Telegraph Fantasy Cricket: T20 Blast Review

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The T20 Blast has reached its conclusion but I’m no richer. In my original article regarding my selection for the competition, I spoke about the importance of making transfers come the knock-out stages…

https://sillypointcricketsite.wordpress.com/2017/06/24/telegraph-fantasy-cricket-t20-blast/

Unfortunately, what with a certain hospital visit and whatnot, I didn’t stay on top of things and so my team rather went through the motions. Anyway, it’s only fair to provide the promised round-up.

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Riki Wessels, Gareth Roderick and Brett D’Oliveira were the players who made both my County Championship/One-Day Cup team and my T20 Blast XI. Clearly the selection of Roderick as stumper was a misguided one. Having recently returned from absence for ‘unspecified reasons’ the Gloucestershire gloveman didn’t feature in the quick fire format at all. Wessels maintained his good form in all competitions however and D’Oliveira contributed some useful performances.

Mark Cosgrove, Ryan Higgins, Dominic Sibley (Who transferred from Surrey to Warwickshire during the competition), a belatedly arrived Moises Henriques as well as D’Oliveira all totalled 500odd points.

Durham’s Cameron Steel, Lancashire’s Stephen Parry, Gloucestershire’s Chris Liddle and due to injury, Surrey’s Jade Dernbach, were provided little opportunity to impress.

The sum of all parts meant that at least I registered more points than my wife’s and daughter’s teams but finished way down the overall league. Come the end of the 2017 CC/ODC competition, I’ll let you know how I finished in that too.

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A Complete Restructure of International Cricket: Revisited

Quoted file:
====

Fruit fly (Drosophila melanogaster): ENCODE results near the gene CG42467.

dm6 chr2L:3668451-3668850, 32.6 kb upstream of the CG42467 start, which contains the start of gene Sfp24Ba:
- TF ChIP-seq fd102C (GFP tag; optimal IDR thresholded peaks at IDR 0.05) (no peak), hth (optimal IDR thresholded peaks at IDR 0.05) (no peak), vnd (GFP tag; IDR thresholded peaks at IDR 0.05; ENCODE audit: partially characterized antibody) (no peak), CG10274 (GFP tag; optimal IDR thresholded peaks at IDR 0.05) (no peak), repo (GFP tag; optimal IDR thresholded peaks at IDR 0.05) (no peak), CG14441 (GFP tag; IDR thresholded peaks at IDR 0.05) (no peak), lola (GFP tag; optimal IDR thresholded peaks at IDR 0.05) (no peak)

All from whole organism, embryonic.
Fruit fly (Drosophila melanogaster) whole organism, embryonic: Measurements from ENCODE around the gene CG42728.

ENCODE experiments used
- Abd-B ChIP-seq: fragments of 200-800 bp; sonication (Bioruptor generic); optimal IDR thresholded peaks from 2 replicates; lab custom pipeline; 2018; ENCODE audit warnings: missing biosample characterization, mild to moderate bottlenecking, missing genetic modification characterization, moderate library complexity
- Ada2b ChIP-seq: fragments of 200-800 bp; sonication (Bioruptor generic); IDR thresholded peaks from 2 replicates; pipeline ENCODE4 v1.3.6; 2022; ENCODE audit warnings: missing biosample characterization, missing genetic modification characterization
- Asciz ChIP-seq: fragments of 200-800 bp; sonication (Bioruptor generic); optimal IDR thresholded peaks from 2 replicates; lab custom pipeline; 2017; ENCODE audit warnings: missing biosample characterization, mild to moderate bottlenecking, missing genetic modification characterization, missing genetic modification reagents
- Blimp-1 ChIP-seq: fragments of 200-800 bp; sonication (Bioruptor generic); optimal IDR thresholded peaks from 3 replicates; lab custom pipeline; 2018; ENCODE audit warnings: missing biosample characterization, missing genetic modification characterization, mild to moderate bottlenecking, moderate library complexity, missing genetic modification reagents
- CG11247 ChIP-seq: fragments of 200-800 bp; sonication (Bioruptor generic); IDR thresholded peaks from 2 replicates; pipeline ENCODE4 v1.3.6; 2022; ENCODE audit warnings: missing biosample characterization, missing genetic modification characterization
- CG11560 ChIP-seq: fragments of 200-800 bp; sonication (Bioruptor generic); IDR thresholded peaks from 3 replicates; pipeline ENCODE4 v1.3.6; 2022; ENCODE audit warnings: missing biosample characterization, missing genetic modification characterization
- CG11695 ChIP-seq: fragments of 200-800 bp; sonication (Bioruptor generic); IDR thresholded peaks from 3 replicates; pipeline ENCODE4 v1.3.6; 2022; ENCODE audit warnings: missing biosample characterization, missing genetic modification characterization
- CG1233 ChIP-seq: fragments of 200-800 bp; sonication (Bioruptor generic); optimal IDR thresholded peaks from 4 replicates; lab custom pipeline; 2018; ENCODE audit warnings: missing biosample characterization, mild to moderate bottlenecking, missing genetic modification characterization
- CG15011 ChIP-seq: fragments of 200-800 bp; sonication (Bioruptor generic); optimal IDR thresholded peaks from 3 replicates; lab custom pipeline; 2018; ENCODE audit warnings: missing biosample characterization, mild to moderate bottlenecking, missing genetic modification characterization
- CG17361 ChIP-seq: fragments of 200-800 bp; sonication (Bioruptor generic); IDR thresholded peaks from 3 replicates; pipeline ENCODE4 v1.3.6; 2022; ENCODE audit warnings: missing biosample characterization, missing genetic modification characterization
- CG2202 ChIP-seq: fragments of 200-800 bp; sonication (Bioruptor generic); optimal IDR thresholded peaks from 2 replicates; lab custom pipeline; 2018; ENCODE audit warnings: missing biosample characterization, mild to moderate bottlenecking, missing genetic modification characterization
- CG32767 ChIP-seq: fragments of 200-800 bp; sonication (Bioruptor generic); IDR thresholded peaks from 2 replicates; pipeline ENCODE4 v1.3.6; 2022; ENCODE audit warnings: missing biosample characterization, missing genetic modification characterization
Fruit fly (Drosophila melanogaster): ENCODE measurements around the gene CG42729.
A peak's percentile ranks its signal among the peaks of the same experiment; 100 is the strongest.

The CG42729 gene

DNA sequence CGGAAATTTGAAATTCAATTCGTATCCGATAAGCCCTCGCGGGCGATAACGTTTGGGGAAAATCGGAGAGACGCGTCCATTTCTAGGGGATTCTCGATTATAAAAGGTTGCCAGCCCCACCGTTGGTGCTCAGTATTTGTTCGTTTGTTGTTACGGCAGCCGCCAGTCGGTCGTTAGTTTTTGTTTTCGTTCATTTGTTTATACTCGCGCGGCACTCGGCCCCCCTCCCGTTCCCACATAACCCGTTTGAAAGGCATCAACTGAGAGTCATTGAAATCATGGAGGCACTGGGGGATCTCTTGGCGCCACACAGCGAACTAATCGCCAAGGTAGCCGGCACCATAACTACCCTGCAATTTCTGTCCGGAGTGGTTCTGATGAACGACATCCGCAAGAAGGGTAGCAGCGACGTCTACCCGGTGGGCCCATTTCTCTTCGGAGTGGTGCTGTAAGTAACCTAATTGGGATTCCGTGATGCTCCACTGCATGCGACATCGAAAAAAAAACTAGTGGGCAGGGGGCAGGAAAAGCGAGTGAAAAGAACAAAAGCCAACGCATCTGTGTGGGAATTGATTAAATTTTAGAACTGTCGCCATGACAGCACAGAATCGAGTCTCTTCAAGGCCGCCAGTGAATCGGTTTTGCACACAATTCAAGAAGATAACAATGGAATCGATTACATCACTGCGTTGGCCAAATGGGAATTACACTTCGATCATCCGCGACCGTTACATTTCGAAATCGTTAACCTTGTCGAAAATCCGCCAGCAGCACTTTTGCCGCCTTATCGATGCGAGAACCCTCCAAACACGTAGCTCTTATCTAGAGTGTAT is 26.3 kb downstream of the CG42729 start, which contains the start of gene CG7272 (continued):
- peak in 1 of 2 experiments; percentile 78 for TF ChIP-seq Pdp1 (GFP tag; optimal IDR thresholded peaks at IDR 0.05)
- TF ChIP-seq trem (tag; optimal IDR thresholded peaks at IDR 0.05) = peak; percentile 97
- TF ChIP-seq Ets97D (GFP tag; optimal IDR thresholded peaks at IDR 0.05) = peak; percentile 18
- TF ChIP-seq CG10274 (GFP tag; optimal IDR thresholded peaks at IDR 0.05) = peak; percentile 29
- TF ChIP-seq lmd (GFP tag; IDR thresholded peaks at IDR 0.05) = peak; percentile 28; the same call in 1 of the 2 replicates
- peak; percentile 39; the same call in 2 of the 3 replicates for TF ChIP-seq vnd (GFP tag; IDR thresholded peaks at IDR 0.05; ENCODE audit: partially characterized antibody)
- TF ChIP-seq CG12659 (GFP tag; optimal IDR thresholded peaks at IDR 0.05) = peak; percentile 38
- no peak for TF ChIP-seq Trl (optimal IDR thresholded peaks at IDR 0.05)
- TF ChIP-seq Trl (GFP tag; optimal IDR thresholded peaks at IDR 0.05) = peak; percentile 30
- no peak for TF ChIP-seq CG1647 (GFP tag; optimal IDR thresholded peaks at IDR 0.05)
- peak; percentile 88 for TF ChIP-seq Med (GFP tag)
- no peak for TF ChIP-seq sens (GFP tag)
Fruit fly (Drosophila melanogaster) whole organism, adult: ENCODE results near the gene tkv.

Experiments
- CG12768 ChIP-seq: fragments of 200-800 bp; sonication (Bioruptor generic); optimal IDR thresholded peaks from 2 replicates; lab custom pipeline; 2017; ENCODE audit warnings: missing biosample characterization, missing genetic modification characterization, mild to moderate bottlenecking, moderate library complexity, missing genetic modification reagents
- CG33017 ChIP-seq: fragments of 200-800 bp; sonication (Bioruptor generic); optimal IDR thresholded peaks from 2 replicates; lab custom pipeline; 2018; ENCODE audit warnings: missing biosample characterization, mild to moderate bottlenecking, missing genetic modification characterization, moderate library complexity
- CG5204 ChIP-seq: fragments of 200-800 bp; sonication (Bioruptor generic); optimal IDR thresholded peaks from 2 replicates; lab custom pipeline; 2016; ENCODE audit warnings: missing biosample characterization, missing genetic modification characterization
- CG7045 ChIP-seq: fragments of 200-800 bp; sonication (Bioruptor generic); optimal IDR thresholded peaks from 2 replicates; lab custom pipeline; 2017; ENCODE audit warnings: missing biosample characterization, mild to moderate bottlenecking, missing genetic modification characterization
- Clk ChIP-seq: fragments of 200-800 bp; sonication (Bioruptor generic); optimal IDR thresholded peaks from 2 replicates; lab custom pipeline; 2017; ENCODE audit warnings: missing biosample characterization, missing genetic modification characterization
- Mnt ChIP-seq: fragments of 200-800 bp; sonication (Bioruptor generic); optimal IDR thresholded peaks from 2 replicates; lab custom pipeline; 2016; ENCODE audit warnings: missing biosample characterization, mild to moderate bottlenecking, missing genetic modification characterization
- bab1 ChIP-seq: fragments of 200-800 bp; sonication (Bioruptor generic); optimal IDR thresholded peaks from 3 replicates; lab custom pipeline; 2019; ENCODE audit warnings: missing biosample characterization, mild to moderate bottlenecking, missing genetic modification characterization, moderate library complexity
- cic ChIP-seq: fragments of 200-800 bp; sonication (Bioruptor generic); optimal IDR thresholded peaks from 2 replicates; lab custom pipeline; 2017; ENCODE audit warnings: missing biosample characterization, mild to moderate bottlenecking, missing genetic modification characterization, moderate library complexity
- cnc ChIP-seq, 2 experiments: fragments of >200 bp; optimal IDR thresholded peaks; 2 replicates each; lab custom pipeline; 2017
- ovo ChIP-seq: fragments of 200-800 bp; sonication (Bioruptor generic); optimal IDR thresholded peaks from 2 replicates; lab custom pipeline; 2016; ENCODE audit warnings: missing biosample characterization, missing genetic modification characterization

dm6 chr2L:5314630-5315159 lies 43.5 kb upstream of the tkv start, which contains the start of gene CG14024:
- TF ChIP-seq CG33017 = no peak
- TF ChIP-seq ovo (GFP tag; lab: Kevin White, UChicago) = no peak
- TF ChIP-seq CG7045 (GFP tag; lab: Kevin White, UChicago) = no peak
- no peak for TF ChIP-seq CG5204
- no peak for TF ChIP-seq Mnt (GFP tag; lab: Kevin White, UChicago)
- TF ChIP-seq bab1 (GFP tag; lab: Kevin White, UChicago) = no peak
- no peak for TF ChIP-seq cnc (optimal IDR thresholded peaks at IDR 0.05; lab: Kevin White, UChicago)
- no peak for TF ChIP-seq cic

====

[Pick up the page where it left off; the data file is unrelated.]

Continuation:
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Following my previous proposals for, in the words of David Bowie…

I have decided to make, in the words of you know who, ch, ch, chan…

You get the idea!

Here’s the link to my original article…

https://sillypointcricketsite.wordpress.com/2016/12/12/a-complete-restructure-of-international-cricket/

I have now decided to expand the International Championship to 13 teams. This is to provide anxious current Test nations with the security required in order to vote for ch, ch, chang….

I have trimmed the First Class, List A and T20 divisions from two to one and have limited the second and third tiers to nine teams. This is due to the financial restraints that are present on lesser nations. The notion of these sides jetting around the world as many times as the top tier teams is for the time being at least, in-practitcal. I’m ditching any suggestion of a play-off and am proposing that one team alone is relegated from the International Championship and therefore one team alone is promoted from International Division One. Again, this provides security to current full member nations including the minnows, they simply have to avoid finishing last to avoid being relegated! That may seem a long slog, a four year worldwide cycle for just one spot but the prize is Test match cricket as well as full ODI and T20I status. It should not be given away easily.

Tours remain three matches of each format (Yes that’s right, the Ashes as we know it is dead!) scaled back to one match per format in International Division Two and beyond. Again, this is for financial and practical purposes for less equipped nations.

Here’s an update and a recap of the league breakdown:

International Championship

Test, ODI and T20I status

13 teams

4 year cycle

6 home series / 6 away series

All series consist of three Test matches, three ODI matches and three T20I matches

1 team relegated (But guaranteed four years of consistent and structured FC, LA and T20 cricket)

International Division One

First Class, List A and T20 status

9 teams

4 year cycle

4 home series / 4 away series

All series consist of three First Class matches, three List A matches and three T20 matches

1 team promoted

1 team relegated

International Division Two

Other status

9 teams

4 year cycle

4 home series / 4 away series

All series consist of one four-day match, one one-day match and one T20 match

1 team promoted

1 team relegated